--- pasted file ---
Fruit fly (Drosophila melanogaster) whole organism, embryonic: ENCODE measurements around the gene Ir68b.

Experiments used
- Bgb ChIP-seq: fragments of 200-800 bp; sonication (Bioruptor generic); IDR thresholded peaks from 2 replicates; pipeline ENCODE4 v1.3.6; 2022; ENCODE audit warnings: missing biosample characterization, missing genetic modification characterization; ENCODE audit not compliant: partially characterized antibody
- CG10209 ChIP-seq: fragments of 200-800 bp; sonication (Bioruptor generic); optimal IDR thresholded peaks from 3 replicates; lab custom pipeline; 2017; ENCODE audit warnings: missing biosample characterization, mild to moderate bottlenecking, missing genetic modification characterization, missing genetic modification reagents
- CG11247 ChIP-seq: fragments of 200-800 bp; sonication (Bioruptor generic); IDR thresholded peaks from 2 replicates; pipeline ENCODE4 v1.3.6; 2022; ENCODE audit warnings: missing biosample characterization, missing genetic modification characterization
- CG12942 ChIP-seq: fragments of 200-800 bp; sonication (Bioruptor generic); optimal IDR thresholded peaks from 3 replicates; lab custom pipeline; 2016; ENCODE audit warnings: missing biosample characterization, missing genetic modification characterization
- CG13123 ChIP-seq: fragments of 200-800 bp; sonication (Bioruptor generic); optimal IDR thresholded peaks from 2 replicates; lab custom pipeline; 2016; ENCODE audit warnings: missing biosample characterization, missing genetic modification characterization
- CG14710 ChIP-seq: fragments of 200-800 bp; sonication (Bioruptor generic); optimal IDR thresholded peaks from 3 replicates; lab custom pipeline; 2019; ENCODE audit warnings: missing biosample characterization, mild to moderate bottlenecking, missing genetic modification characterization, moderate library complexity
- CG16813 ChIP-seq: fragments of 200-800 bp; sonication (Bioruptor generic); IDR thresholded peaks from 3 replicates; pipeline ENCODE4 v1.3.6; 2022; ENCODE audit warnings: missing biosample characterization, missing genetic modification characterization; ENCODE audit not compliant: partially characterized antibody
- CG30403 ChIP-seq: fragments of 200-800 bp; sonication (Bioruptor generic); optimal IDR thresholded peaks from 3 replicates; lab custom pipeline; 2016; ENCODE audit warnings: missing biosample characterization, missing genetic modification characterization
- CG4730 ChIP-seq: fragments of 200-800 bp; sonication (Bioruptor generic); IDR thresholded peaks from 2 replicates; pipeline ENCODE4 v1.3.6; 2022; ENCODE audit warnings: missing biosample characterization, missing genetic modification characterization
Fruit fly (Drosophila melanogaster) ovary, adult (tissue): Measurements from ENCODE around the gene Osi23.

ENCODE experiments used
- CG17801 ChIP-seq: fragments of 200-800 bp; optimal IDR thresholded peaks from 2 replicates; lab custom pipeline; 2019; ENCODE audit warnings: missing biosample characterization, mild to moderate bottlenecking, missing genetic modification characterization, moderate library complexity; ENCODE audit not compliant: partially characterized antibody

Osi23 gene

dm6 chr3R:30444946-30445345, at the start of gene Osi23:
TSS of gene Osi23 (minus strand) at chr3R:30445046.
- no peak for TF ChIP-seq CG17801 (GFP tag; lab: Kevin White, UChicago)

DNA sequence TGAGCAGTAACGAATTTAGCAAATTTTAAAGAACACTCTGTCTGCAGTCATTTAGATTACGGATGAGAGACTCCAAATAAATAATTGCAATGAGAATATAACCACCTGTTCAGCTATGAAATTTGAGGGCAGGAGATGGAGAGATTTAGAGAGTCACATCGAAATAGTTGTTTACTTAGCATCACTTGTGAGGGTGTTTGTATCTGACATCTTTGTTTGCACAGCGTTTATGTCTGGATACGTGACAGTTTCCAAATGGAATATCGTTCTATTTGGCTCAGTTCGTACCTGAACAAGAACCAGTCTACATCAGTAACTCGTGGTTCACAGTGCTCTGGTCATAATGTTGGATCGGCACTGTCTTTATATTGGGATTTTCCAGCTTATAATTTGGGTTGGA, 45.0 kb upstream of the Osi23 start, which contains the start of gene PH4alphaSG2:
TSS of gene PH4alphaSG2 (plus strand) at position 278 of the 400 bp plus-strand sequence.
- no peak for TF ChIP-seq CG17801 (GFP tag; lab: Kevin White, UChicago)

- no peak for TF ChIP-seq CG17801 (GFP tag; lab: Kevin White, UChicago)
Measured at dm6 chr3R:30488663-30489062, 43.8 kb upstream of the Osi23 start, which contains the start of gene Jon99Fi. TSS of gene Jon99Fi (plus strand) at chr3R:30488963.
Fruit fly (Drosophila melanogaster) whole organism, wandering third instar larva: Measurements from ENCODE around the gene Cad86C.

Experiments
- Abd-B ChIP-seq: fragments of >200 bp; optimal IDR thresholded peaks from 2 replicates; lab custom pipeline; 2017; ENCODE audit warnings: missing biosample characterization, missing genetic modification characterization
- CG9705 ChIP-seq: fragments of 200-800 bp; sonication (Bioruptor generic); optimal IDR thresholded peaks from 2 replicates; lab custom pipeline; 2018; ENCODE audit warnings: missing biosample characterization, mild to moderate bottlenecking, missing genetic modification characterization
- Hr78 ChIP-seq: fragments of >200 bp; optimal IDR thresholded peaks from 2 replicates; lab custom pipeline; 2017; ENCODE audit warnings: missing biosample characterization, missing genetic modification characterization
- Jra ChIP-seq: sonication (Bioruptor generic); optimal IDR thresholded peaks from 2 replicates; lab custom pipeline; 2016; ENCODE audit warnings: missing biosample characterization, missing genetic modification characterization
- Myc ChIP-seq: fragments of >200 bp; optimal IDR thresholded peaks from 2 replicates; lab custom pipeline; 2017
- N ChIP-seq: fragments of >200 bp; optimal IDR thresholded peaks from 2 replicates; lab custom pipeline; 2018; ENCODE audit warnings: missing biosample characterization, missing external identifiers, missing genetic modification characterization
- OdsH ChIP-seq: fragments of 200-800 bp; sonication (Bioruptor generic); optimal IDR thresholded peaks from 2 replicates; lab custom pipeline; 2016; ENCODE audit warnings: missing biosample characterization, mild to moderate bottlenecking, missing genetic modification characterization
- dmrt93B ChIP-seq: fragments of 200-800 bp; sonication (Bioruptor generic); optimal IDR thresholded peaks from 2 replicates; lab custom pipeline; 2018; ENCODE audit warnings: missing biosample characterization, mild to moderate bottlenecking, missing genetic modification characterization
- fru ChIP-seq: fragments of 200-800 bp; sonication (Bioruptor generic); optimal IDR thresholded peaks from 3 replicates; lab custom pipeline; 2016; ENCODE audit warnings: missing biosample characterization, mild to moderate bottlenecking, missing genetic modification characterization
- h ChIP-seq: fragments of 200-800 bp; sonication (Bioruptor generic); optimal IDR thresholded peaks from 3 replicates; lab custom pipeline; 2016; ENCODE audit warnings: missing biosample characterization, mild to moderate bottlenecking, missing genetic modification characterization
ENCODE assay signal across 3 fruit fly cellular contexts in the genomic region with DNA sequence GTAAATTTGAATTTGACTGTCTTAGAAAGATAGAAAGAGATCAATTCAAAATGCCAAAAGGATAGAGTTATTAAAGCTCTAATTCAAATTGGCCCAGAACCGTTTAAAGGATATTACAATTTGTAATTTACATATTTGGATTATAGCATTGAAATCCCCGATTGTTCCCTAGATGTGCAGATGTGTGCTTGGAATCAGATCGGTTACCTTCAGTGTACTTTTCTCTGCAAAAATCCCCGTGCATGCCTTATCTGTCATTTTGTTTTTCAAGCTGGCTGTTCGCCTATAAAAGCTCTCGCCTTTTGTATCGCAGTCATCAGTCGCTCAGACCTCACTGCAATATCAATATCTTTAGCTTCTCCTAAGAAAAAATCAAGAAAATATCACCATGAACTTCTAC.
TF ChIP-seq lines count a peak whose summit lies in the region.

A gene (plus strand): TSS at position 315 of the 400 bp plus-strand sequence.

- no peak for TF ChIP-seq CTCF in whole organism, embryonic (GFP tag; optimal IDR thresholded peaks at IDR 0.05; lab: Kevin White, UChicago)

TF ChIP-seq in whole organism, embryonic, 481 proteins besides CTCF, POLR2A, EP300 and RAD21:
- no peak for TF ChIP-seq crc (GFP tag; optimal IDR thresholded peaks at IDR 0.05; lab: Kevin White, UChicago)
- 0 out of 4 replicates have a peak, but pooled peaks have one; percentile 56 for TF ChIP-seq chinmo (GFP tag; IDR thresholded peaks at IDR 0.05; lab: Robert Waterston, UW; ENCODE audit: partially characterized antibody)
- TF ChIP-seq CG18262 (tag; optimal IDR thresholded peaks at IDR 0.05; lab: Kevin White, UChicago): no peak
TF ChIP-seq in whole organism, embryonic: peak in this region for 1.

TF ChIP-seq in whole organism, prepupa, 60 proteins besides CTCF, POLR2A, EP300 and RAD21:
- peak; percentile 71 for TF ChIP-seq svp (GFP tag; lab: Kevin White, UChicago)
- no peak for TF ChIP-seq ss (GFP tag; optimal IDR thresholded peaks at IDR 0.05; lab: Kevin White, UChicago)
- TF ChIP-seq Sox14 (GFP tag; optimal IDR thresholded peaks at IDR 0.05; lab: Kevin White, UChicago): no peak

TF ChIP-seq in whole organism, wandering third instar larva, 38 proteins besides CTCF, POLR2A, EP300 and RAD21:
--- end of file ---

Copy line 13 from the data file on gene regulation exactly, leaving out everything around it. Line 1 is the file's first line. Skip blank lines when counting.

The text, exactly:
ENCODE experiments used